- The ERA was introduced in every Congress since 1923, and yet it still failed to gain ratification. The ERA was the Equal Rights Amendment, which means that equality of rights under the law shall not be denied or abridged by the United States or by any state on account of sex. I believe it was never passed because of many reasons. One reason was because some ERA supports got offended by other supports who were very obnoxious, which was a backlash on feminist tactics. (Doc. E & F) Another is that men and women might switch places, and it would be a threat to traditional roles.(Doc.... [tags: Equal Rights Amendment, USA, feminism, ]
460 words (1.3 pages)
- Equal Rights for Lebanese Women Throughout history, women have been dominated by men, and were not given their human rights, simply because they were women. Nevertheless, starting the eighteenth century, some women started showing their dissatisfaction with their unfair conditions. They came to realize that since they were human beings, then they must have equal rights as men. In this paper, I intend to show the historical back ground of the earliest women’s movements in the world, and to state the major achievement of these movements.... [tags: Equal Rights Women's Rights]
1961 words (5.6 pages)
- Jane Addams, Harriet Tubman, Elizabeth Cady Stanton, and Rachel Carson were four American women who advocated for social change. Their courage, intelligence, strength and leadership made a positive difference in the lives of many people. These women were pioneers in their times. They either helped to found, or lent their voices to, various social movements, policies, and causes that evolved during their lifetimes and proved successful in helping many oppressed people. Jane Addams is most famous for her work in two major movements, the first of which is the Settlement House movement of the 1800s.... [tags: Women's Rights ]
1708 words (4.9 pages)
- ... She worked for Elijah Pierson, he was a Christian evangelist. Soon after she went to work for Robert Matthews, as a maid. Matthews was known as a con man and a cult leader. Soon after Truth left the Pierson household Mr. Pierson died. Mr. Matthews was suspected of poisoning Pierson for his money. There was a couple named Folgers that were a member of his cult that tried to accuse Truth of the crime. Matthews from the lack of sufficient evidence was acquitted of the charges. Afterwards Truth sued the Folgers for slander and won (bio, 2016).... [tags: Slavery, Human rights]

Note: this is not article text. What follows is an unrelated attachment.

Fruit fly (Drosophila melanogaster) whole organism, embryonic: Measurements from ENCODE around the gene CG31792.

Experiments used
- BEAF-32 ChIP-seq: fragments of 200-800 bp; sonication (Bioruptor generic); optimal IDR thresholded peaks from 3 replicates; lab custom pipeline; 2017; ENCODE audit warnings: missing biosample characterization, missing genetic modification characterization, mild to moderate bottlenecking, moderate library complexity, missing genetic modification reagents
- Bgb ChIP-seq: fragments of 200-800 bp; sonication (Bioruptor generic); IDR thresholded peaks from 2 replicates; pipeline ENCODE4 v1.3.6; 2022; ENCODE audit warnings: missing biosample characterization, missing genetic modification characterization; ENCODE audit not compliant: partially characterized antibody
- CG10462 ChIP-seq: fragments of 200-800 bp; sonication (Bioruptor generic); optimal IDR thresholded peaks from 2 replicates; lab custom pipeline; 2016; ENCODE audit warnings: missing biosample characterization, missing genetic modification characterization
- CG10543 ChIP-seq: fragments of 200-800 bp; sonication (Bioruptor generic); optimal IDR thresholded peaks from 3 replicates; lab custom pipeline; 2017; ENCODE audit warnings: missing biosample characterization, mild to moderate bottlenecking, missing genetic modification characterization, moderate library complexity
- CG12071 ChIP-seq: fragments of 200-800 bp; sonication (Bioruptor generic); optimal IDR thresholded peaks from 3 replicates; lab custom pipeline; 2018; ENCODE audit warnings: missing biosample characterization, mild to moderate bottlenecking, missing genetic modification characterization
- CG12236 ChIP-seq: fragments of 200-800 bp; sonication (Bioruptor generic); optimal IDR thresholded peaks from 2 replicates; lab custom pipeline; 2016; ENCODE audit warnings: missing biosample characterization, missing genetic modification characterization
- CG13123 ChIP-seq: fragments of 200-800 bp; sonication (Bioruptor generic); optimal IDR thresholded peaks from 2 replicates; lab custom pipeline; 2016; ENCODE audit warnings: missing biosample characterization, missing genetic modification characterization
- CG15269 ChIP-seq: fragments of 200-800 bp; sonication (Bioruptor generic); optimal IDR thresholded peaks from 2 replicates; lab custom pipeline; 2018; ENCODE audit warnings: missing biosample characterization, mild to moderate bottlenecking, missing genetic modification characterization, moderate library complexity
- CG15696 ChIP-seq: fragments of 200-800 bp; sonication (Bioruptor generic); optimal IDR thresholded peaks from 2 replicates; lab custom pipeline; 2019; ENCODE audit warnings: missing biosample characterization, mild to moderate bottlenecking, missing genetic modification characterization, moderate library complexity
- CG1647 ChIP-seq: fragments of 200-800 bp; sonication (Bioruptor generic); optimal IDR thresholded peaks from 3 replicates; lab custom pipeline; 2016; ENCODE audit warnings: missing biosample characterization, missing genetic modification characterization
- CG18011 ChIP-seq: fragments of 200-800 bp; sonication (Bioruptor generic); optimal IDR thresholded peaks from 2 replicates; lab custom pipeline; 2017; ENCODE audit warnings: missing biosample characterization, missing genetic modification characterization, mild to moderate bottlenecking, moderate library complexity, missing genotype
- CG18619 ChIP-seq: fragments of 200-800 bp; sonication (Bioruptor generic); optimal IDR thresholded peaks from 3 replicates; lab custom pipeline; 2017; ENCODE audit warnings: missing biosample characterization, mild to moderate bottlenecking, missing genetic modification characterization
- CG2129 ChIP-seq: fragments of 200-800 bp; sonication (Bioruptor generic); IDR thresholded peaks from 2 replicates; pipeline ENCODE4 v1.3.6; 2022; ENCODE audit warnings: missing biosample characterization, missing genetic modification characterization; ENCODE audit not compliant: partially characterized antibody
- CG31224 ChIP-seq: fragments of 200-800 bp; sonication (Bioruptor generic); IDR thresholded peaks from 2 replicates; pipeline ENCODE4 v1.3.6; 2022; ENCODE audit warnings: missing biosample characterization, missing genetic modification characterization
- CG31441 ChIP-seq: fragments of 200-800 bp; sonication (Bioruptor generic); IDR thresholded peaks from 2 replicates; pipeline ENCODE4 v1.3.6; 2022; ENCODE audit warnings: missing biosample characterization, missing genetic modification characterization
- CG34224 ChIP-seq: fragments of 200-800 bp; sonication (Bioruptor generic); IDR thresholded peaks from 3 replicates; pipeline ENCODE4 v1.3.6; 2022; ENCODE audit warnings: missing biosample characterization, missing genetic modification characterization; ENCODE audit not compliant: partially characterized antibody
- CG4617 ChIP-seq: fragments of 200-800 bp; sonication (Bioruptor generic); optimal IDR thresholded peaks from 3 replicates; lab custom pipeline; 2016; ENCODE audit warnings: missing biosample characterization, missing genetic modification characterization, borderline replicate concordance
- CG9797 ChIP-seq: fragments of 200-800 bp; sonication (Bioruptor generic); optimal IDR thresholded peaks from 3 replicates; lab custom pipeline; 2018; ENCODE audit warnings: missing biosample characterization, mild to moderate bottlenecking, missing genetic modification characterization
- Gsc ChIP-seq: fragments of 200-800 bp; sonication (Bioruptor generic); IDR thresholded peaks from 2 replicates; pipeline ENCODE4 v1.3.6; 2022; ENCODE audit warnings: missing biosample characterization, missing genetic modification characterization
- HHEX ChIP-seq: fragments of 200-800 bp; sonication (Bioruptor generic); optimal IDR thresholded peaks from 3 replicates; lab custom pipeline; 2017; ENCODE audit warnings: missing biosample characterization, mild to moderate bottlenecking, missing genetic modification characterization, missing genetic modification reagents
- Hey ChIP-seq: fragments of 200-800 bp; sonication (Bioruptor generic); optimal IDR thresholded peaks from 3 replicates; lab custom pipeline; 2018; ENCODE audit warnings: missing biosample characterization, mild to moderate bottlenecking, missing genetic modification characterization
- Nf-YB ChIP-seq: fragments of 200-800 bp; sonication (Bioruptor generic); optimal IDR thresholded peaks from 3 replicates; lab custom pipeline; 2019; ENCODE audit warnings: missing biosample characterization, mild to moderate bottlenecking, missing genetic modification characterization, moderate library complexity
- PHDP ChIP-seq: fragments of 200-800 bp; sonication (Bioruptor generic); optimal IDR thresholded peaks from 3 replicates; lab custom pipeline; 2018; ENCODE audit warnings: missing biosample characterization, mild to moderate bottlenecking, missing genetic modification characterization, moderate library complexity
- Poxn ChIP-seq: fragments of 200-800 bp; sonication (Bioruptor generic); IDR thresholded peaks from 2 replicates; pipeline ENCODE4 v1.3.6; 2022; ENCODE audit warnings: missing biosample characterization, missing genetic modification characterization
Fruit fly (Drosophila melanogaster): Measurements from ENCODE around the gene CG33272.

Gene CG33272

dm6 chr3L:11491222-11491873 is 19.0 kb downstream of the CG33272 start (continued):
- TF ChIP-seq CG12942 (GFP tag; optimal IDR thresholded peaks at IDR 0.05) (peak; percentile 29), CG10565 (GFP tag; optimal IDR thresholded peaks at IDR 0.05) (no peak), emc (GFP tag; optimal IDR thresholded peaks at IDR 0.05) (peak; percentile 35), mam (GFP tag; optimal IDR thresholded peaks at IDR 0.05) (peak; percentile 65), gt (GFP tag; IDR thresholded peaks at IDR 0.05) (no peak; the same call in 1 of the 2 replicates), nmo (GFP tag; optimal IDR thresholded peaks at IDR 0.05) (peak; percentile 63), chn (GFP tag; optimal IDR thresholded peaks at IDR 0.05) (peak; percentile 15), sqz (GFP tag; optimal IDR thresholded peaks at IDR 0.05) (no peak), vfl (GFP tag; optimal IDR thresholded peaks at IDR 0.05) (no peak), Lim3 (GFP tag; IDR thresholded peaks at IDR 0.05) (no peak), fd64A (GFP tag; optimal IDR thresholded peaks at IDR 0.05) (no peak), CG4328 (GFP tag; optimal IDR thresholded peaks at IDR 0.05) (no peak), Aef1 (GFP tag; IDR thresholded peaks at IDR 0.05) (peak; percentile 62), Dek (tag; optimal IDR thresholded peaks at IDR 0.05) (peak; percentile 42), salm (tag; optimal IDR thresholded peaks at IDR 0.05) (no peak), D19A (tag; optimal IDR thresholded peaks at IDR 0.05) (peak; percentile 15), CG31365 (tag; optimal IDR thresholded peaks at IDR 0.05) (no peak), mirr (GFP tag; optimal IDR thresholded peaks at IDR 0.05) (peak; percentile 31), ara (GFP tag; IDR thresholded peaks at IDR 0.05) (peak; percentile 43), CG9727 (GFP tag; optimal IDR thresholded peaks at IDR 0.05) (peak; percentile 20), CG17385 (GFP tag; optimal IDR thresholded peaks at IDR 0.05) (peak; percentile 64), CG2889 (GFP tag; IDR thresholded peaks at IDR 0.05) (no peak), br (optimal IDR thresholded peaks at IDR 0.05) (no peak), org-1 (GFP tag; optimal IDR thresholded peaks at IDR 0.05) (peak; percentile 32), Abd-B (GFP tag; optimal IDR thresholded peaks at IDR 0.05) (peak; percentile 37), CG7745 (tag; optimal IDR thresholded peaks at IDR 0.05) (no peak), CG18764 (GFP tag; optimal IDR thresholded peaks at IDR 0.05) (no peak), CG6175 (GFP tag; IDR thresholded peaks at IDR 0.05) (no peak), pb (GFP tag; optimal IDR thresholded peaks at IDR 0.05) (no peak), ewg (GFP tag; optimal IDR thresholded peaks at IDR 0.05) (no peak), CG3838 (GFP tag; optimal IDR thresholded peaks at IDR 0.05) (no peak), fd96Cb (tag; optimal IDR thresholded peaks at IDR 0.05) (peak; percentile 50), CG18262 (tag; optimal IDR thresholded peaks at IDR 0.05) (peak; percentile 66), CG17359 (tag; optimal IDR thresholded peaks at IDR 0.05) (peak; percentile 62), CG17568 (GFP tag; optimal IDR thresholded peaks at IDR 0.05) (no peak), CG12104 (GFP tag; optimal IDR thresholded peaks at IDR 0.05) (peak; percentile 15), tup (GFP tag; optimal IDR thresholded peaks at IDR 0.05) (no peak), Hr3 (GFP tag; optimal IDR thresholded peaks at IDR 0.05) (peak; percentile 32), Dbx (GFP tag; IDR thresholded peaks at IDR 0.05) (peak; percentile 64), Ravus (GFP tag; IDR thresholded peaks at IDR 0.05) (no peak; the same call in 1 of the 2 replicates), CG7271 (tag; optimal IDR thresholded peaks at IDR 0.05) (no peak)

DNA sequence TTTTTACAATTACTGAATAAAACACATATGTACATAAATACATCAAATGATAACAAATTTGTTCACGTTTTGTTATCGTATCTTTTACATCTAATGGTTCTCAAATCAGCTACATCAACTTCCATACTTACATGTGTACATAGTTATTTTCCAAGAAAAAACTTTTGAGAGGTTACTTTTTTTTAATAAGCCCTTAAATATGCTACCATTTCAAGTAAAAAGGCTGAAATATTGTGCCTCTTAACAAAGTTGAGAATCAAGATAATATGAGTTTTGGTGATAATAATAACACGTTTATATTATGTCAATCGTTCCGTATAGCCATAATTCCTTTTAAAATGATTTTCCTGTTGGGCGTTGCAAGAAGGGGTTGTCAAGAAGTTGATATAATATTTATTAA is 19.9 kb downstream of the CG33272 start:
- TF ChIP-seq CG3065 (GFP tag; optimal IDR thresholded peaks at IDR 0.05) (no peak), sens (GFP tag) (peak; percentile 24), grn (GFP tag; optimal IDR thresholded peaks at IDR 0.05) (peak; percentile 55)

1031 words (2.9 pages)
- ... This is a topic supported by animal welfare advocates, because it is bettering the human race. Another reason animal welfare advocates support most animal research is due to the strict regulations followed by researchers (Fisher). These rules are laid out in the Animal welfare act of 1966 , “which grew out of the ongoing six year debate in congress” (Fisher). Much of the passage was credited to Christine Stevens, the activist and founder of the Animal Welfare Institute (Fisher). The animals used for testing, helped hundreds of millions of people worldwide and prevented incalculable human suffering (Still 135).... [tags: Animal rights, Animal testing]
1787 words (5.1 pages)
- Malcolm X, also known as El-Hajj Malik El-Shabazz’s legacy is about one’s personal transformation of a self-made man. A man who once associated himself with hustling and crime as a ghetto pup; then to a staunch radical activist, to a political figure, and to becoming one of the most influential African Americans in history. To some he was admired as a courageous human rights activist for blacks, and in some others eyes, he was a man who preached racism and violence towards the whites. Before his last two years of adapting to a peaceful outlook as an activist; before, on one hand, he was undeniably repulsed by the racial discrimination and violence against black Americans, and on the other he... [tags: black american, civil rights, activist]
2013 words (5.8 pages)
- As Americans, we are very grateful for all rights and privileges we have received in our world. One very important right we have received would be that everyone, no matter color, gender, or race, are treated equally. What are some events that lead to that. Rosa Parks, along with others, sacrificed their lives for us to have the equality we have today. The day Rosa Parks refused to move for a white man on the bus was the day the world saw this act differently. This was the day African Americans decided it was time for a change.... [tags: Americans, United States, Rights, Priviliges]
1125 words (3.2 pages)